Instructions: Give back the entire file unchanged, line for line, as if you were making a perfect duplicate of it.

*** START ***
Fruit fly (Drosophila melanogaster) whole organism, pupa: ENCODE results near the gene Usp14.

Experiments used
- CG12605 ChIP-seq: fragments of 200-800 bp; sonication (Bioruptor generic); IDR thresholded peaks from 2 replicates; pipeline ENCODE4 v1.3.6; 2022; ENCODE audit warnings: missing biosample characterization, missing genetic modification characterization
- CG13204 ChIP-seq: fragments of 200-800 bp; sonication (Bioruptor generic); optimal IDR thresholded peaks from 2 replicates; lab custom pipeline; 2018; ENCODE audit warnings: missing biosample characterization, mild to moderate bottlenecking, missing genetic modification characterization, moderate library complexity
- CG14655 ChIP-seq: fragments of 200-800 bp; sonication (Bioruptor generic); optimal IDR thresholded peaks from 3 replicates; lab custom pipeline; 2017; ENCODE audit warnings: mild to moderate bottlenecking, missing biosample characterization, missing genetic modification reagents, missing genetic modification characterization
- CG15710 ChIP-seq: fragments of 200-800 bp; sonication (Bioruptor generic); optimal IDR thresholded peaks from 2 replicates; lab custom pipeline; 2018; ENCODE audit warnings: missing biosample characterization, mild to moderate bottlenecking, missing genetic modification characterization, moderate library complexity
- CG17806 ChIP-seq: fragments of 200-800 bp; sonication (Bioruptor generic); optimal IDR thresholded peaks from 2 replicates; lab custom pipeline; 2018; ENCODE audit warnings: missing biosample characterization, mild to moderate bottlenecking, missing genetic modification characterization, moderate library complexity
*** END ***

Fruit fly (Drosophila melanogaster) whole organism, pupa: ENCODE results near the gene Usp14.

Experiments used
- CG12605 ChIP-seq: fragments of 200-800 bp; sonication (Bioruptor generic); IDR thresholded peaks from 2 replicates; pipeline ENCODE4 v1.3.6; 2022; ENCODE audit warnings: missing biosample characterization, missing genetic modification characterization
- CG13204 ChIP-seq: fragments of 200-800 bp; sonication (Bioruptor generic); optimal IDR thresholded peaks from 2 replicates; lab custom pipeline; 2018; ENCODE audit warnings: missing biosample characterization, mild to moderate bottlenecking, missing genetic modification characterization, moderate library complexity
- CG14655 ChIP-seq: fragments of 200-800 bp; sonication (Bioruptor generic); optimal IDR thresholded peaks from 3 replicates; lab custom pipeline; 2017; ENCODE audit warnings: mild to moderate bottlenecking, missing biosample characterization, missing genetic modification reagents, missing genetic modification characterization
- CG15710 ChIP-seq: fragments of 200-800 bp; sonication (Bioruptor generic); optimal IDR thresholded peaks from 2 replicates; lab custom pipeline; 2018; ENCODE audit warnings: missing biosample characterization, mild to moderate bottlenecking, missing genetic modification characterization, moderate library complexity
- CG17806 ChIP-seq: fragments of 200-800 bp; sonication (Bioruptor generic); optimal IDR thresholded peaks from 2 replicates; lab custom pipeline; 2018; ENCODE audit warnings: missing biosample characterization, mild to moderate bottlenecking, missing genetic modification characterization, moderate library complexity